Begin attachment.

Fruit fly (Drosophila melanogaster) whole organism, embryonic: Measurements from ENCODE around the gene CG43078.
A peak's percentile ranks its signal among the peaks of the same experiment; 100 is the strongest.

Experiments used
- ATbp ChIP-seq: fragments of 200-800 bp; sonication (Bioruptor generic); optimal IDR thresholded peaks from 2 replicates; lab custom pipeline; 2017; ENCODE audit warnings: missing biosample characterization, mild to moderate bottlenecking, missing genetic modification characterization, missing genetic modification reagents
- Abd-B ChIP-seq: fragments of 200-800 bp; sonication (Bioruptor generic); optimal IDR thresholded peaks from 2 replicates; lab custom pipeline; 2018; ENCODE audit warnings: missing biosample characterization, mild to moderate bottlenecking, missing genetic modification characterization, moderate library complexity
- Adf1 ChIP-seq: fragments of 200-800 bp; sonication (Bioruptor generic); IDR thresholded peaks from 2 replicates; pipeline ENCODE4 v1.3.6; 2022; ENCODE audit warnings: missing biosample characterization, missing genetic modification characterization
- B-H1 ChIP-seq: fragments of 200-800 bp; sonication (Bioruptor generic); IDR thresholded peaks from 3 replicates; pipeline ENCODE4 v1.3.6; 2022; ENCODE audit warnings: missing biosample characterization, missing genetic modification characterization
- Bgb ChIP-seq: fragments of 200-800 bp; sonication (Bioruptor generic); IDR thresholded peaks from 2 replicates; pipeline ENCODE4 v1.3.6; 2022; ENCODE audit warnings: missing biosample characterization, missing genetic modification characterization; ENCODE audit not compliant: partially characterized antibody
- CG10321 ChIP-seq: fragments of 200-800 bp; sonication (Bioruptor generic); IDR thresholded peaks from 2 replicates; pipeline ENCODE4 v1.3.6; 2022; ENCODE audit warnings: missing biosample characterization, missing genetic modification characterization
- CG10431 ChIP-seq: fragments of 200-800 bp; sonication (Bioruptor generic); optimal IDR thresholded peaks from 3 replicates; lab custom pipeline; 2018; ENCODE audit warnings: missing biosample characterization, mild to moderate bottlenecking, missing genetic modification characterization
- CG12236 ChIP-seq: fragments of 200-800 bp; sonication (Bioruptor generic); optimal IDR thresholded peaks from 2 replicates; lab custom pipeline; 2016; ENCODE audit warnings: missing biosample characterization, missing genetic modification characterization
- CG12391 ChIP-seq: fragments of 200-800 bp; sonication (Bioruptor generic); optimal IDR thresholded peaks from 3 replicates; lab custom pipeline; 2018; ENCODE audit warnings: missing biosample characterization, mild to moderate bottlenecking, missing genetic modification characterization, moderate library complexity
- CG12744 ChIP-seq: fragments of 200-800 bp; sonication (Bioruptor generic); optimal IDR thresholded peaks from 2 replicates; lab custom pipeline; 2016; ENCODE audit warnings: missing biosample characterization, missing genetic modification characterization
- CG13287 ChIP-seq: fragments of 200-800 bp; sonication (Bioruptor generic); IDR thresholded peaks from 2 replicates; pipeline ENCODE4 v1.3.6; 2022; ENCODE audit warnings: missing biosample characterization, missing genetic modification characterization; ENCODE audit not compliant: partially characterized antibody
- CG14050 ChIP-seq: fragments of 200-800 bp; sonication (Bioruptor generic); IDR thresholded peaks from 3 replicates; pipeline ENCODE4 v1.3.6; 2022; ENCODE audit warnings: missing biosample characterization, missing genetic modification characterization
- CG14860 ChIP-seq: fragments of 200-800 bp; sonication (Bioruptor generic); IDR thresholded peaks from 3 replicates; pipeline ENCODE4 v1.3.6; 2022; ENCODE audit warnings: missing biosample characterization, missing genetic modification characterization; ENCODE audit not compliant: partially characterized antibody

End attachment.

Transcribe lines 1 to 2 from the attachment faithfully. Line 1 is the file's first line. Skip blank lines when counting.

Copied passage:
Fruit fly (Drosophila melanogaster) whole organism, embryonic: Measurements from ENCODE around the gene CG43078.
A peak's percentile ranks its signal among the peaks of the same experiment; 100 is the strongest.